A parent asked about homework. Ms. Dowd said, "Kindergarten is rigorous now". Okay, that scared me, but then a Sloat parent in the circle said it’s not bad, pretty mellow, and they usually have a week to do it. It’s more about learning the exercise of homework. Ms. Dowd added that homework should not be something new; it should be just practice of what they’ve already learned in the classroom. Whew, I felt better.

Then we said bye to Ms. Dowd and the Sloat parents took us to the walking part of the tour. We saw the lunch room first – small (but it was the first elementary school lunch room that I’d seen so maybe they’re all this size) with windows overlooking a courtyard where the older children will eat lunch on nice days. The K classes eat together at the same time. The older children eat at staggered times. Monitors are present to help children open stuff up and to make sure they all eat something.

The best way to describe Commodore Sloat’s physical layout is a square divided into four quadrants or "pods" is what they call them. The southwest quadrant is where the three K classes are. The K classrooms were a good size, well lit, neat, and organized. I know the expectation is for me to comment on the level to which the kids appeared happy and engaged, but for me that’s tough because the kids seem to act like I would expect regular kids to act with 20 adults staring at them – kind of quiet, working on an activity, some talking to each other or to the teacher, with an occasional child saying "hi". I didn’t see anything out of the ordinary in terms of the children’s behavior. There are no bungalows at this school, and the tour guide said it was because the neighborhood that the school is in doesn’t allow them. I’m not a fan of the bungalows so this was fine with me.

The outdoor play area is HUGE, and is one of the outstanding features of this school. Keeping in mind the square shape of the school, the playground wraps widely around two sides of the square. It’s quite nice, and there are two very separate newer looking play structures, and the K classes have their own recess area (one of the play structures) and a separate recess time than the older children.

Then we went to the library. They are about 9,000 books, and they are now all bar coded. It looked neat, organized, bigger than I thought it would be, with lots of tables and chairs, and an area in the corner that looked like a storytime area. Every January the PCO sponsors an Adopt-A-Book event where new books are donated by the parents, and each child who donates a book gets to have his/her name in the book.

We also saw a few of the classes with older children. One of the teachers came outside and spoke to us for quite a while. One of the things that stood out about her was that one of her goals for her students is for them to type 35 wpm by graduation. She said this was to ensure they would be prepared for all the typing (on computers) in middle school. I was impressed by this goal and totally agree that typing is a necessary skill to have.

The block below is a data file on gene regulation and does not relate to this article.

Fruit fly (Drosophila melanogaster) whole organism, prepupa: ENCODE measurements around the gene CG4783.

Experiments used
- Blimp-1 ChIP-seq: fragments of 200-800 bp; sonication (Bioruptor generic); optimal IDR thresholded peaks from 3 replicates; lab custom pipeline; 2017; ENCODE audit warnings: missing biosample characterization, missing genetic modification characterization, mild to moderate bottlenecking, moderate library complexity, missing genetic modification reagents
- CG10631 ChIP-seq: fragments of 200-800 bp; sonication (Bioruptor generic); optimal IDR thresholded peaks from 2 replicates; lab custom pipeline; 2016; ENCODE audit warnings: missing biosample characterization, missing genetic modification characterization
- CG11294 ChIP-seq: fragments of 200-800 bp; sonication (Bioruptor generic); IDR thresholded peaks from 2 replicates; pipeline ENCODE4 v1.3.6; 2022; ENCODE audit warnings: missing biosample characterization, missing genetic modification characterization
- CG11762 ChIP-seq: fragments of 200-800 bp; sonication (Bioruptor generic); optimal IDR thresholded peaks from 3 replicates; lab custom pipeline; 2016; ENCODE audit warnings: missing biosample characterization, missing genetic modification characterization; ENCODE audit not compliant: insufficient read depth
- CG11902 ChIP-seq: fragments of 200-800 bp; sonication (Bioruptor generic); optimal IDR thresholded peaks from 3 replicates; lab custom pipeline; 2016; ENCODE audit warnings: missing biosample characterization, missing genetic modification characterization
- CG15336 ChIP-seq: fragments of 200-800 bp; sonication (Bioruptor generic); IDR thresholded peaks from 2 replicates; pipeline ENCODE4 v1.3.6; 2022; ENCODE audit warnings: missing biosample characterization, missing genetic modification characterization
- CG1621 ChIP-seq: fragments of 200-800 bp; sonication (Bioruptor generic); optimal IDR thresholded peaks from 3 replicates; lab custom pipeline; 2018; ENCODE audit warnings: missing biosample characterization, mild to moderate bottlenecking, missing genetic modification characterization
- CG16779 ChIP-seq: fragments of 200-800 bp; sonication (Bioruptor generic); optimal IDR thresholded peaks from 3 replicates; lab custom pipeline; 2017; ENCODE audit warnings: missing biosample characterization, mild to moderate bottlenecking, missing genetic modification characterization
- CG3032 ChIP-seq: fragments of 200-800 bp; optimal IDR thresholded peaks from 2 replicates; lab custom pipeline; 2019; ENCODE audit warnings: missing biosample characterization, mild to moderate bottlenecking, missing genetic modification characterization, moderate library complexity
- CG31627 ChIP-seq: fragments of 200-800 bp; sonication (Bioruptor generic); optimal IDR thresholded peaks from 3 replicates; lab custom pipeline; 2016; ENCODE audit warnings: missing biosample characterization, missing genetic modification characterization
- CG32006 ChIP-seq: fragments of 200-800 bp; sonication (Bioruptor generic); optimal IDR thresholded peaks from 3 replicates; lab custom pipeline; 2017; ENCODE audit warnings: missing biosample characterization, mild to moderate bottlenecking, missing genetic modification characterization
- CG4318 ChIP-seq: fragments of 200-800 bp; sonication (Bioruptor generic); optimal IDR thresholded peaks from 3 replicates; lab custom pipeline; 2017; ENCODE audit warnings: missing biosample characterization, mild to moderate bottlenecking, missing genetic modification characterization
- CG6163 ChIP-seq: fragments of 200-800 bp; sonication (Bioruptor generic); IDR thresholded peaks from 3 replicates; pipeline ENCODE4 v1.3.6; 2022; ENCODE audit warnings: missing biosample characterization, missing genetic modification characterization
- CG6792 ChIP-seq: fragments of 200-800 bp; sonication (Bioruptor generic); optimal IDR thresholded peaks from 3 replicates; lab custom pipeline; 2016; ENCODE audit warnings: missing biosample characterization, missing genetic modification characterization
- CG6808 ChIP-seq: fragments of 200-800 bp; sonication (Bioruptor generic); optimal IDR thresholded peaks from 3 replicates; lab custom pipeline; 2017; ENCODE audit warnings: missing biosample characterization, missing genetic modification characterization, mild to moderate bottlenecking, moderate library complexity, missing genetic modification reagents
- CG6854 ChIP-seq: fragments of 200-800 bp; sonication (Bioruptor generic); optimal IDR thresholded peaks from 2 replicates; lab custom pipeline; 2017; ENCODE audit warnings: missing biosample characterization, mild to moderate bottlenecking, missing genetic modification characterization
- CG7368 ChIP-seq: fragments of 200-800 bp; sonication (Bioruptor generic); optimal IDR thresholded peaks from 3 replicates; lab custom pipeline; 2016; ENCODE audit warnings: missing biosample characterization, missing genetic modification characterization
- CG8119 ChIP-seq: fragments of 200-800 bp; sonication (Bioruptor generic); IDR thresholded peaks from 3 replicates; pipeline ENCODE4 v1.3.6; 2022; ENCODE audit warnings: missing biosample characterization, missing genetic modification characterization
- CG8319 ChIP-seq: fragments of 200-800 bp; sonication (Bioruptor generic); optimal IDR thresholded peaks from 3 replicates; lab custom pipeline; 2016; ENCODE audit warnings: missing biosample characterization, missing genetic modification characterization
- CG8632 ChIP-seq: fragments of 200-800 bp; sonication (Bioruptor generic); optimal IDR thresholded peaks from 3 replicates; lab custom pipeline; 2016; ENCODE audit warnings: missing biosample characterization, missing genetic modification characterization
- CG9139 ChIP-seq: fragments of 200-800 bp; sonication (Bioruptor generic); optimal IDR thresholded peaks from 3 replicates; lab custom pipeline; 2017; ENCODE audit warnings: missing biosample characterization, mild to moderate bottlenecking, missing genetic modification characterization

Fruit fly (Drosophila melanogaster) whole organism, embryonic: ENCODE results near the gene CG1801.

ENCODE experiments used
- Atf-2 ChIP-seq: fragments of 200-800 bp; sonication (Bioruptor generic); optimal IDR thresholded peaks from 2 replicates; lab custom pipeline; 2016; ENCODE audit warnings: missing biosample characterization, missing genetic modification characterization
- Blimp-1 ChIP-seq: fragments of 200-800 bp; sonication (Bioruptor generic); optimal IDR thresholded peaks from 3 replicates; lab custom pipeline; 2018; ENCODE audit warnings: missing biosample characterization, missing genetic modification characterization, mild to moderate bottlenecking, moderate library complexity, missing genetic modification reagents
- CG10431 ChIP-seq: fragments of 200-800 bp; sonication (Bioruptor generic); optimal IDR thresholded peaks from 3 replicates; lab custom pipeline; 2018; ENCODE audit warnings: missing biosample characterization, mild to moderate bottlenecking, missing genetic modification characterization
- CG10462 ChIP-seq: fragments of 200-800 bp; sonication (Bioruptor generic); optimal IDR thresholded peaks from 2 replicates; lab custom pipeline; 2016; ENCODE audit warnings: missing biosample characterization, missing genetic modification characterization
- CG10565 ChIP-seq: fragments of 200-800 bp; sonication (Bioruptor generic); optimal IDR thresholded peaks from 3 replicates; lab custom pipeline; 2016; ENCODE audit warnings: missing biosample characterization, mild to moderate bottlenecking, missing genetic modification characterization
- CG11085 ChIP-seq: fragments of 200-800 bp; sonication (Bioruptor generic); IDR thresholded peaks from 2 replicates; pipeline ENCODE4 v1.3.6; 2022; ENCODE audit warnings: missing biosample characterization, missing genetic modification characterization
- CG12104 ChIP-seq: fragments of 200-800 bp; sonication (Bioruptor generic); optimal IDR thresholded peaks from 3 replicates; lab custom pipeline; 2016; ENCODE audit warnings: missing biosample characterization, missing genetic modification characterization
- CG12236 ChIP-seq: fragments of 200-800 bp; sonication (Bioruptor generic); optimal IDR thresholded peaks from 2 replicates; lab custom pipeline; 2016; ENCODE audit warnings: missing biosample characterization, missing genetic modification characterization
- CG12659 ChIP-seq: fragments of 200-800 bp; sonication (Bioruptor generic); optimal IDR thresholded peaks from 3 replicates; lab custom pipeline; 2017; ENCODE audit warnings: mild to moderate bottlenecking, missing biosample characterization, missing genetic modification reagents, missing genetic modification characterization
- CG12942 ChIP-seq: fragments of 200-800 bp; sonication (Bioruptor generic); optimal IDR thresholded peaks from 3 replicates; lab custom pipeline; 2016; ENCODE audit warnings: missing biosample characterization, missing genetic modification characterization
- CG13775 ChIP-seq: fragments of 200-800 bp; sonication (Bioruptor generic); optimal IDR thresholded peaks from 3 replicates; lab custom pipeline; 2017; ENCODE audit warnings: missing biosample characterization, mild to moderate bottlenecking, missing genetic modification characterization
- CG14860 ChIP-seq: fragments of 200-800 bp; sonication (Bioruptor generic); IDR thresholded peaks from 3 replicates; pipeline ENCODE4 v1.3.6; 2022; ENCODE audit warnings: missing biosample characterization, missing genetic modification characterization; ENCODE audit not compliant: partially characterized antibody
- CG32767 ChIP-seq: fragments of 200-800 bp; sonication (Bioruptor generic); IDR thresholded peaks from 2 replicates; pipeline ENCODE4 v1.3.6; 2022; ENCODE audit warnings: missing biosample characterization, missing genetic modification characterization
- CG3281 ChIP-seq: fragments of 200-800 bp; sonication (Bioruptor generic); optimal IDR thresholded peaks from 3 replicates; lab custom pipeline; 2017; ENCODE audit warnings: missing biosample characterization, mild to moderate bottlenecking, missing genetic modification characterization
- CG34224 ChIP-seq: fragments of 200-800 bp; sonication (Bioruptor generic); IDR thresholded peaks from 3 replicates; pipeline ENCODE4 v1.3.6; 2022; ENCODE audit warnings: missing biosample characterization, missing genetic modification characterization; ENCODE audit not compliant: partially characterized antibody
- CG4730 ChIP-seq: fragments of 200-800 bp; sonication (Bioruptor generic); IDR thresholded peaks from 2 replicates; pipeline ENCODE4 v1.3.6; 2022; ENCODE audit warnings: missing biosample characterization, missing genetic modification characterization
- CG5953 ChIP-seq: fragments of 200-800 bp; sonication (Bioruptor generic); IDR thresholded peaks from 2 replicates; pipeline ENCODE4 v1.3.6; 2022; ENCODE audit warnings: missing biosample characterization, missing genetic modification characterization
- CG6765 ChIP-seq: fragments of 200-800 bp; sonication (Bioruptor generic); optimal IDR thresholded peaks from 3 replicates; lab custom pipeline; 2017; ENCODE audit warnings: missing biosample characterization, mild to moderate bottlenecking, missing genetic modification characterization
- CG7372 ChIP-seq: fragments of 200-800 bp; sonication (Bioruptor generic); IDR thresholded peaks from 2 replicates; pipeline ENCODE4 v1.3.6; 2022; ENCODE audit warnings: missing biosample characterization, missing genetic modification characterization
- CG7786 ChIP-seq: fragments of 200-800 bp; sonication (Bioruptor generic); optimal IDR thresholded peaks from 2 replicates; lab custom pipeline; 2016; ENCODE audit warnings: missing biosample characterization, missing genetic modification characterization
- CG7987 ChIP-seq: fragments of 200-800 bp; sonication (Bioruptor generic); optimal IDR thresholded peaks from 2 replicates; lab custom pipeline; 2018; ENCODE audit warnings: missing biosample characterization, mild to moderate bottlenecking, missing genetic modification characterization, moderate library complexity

Then the tour guides answered last minute questions, thanked us for coming, and wrapped it up.

Likes: huge outdoor play area, smart and competent principal, separate classes for Math/Science and English/Social Studies in 4th/5th grades, focus on building a sense of community and inclusion among the children, active parent club, 8:40am start time, close to our house, and last but not least -–no bungalows!

Dislikes: None really, but if it had a language immersion program, it would be an even stronger school (and would probably no longer be "under the radar")

Overall impression: This is a solid school: strong and involved parents club, solid test scores (API 872 per greatschools.net), good sense of community, outstanding outdoor play area, smart and motivated new principal, and clean/organized classrooms. This school is going towards the top of my list.

23 comments:

  1. Thanks for the review! CS sounds great.

    I'm not sure what the big deal is about bungalows or why they would be a down side at a school - but be aware that schools are not subject to zoning requirements and that neither the neighborhood nor the Planning Department have any authority over whether there are bungalows at the school. CS might have decided to accede to neighborhood preferences on this, which would be a nice thing for them to do, but in the end - if SFUSD says there will be bungalows, then bungalows there will be.

    ReplyDelete
  2. Aren't "bunaglows" really trailers? For me trailers bring with them the connotation of being cheap and transient, and that's why they are a turn off at a school. They scream "underfunding!" I realize it's not tied to the quality of the teaching, but the visual effect of trailers is demoralizing to me along the lines of "wow, we work really hard and our kid has to be taught in a trailer?"

    ReplyDelete
  3. I can't resist adding a piece of history that's actually from shortly before my time, learned from Commodore Sloat friends with older kids: SFUSD actually did propose putting a Chinese immersion program at Commodore Sloat sometime in the '90s, during the Rojas administration. I gather than in former Sup. Rojas' inimitable way, this was announced to the Sloat community as a done deal, with no prior input from the community. Immersion programs weren't nearly as established, popular and reputable then, and the school community fought back hard and savored their eventual victory.

    Just another example of how things have changed.

    Re bungalows, many came to SFUSD schools in 1996, when class-size reduction suddenly expanded the number of classes in grades K, 1, 2 and 3 -- my kids' school, Lakeshore, went from three classes in each grade to five. It was either bungalows or reduce the number of students at the school.
    There have previously been some bungalows at a few schools for various reasons, but that was the cause of the big boom.

    ReplyDelete
  4. They are totally trailors and totally ghetto. Agreed, I'm not making a school decision based on them but they are an eye sore for sure.